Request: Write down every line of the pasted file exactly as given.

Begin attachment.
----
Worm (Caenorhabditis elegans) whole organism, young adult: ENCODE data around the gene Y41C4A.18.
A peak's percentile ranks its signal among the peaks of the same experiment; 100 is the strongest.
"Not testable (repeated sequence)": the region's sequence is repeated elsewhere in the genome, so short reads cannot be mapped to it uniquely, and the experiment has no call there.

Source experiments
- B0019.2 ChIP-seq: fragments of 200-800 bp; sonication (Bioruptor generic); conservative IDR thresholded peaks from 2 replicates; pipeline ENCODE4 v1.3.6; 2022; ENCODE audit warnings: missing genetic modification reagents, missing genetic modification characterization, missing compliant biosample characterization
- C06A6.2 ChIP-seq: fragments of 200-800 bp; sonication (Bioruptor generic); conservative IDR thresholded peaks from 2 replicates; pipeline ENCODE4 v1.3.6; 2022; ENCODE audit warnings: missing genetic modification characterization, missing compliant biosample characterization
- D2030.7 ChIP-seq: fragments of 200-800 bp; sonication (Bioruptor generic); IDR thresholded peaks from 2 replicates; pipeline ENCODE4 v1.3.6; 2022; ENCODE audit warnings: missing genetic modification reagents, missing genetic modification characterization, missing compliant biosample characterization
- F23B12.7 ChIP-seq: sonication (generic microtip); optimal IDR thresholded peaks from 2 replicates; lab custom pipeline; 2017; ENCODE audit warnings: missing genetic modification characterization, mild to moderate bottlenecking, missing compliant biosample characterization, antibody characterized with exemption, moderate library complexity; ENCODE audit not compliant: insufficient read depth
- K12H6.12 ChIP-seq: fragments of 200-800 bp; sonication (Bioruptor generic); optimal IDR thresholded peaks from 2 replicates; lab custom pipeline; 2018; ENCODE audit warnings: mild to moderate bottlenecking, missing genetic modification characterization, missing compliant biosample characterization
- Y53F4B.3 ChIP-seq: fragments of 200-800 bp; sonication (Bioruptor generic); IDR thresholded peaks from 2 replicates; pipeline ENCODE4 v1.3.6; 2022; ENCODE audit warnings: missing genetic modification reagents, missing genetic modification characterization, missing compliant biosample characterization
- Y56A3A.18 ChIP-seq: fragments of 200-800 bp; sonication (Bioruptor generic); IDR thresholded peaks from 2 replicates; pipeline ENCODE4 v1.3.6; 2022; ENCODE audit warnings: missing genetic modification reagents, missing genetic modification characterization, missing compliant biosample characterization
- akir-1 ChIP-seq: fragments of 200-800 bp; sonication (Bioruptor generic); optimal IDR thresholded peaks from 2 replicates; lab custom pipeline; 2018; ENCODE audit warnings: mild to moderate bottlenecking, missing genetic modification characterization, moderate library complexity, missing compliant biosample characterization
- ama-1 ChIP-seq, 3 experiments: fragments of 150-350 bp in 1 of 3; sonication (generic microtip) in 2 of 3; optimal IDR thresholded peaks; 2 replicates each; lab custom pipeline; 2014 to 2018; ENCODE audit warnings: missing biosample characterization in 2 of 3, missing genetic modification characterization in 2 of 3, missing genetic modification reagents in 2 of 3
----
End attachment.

Worm (Caenorhabditis elegans) whole organism, young adult: ENCODE data around the gene Y41C4A.18.
A peak's percentile ranks its signal among the peaks of the same experiment; 100 is the strongest.
"Not testable (repeated sequence)": the region's sequence is repeated elsewhere in the genome, so short reads cannot be mapped to it uniquely, and the experiment has no call there.

Source experiments
- B0019.2 ChIP-seq: fragments of 200-800 bp; sonication (Bioruptor generic); conservative IDR thresholded peaks from 2 replicates; pipeline ENCODE4 v1.3.6; 2022; ENCODE audit warnings: missing genetic modification reagents, missing genetic modification characterization, missing compliant biosample characterization
- C06A6.2 ChIP-seq: fragments of 200-800 bp; sonication (Bioruptor generic); conservative IDR thresholded peaks from 2 replicates; pipeline ENCODE4 v1.3.6; 2022; ENCODE audit warnings: missing genetic modification characterization, missing compliant biosample characterization
- D2030.7 ChIP-seq: fragments of 200-800 bp; sonication (Bioruptor generic); IDR thresholded peaks from 2 replicates; pipeline ENCODE4 v1.3.6; 2022; ENCODE audit warnings: missing genetic modification reagents, missing genetic modification characterization, missing compliant biosample characterization
- F23B12.7 ChIP-seq: sonication (generic microtip); optimal IDR thresholded peaks from 2 replicates; lab custom pipeline; 2017; ENCODE audit warnings: missing genetic modification characterization, mild to moderate bottlenecking, missing compliant biosample characterization, antibody characterized with exemption, moderate library complexity; ENCODE audit not compliant: insufficient read depth
- K12H6.12 ChIP-seq: fragments of 200-800 bp; sonication (Bioruptor generic); optimal IDR thresholded peaks from 2 replicates; lab custom pipeline; 2018; ENCODE audit warnings: mild to moderate bottlenecking, missing genetic modification characterization, missing compliant biosample characterization
- Y53F4B.3 ChIP-seq: fragments of 200-800 bp; sonication (Bioruptor generic); IDR thresholded peaks from 2 replicates; pipeline ENCODE4 v1.3.6; 2022; ENCODE audit warnings: missing genetic modification reagents, missing genetic modification characterization, missing compliant biosample characterization
- Y56A3A.18 ChIP-seq: fragments of 200-800 bp; sonication (Bioruptor generic); IDR thresholded peaks from 2 replicates; pipeline ENCODE4 v1.3.6; 2022; ENCODE audit warnings: missing genetic modification reagents, missing genetic modification characterization, missing compliant biosample characterization
- akir-1 ChIP-seq: fragments of 200-800 bp; sonication (Bioruptor generic); optimal IDR thresholded peaks from 2 replicates; lab custom pipeline; 2018; ENCODE audit warnings: mild to moderate bottlenecking, missing genetic modification characterization, moderate library complexity, missing compliant biosample characterization
- ama-1 ChIP-seq, 3 experiments: fragments of 150-350 bp in 1 of 3; sonication (generic microtip) in 2 of 3; optimal IDR thresholded peaks; 2 replicates each; lab custom pipeline; 2014 to 2018; ENCODE audit warnings: missing biosample characterization in 2 of 3, missing genetic modification characterization in 2 of 3, missing genetic modification reagents in 2 of 3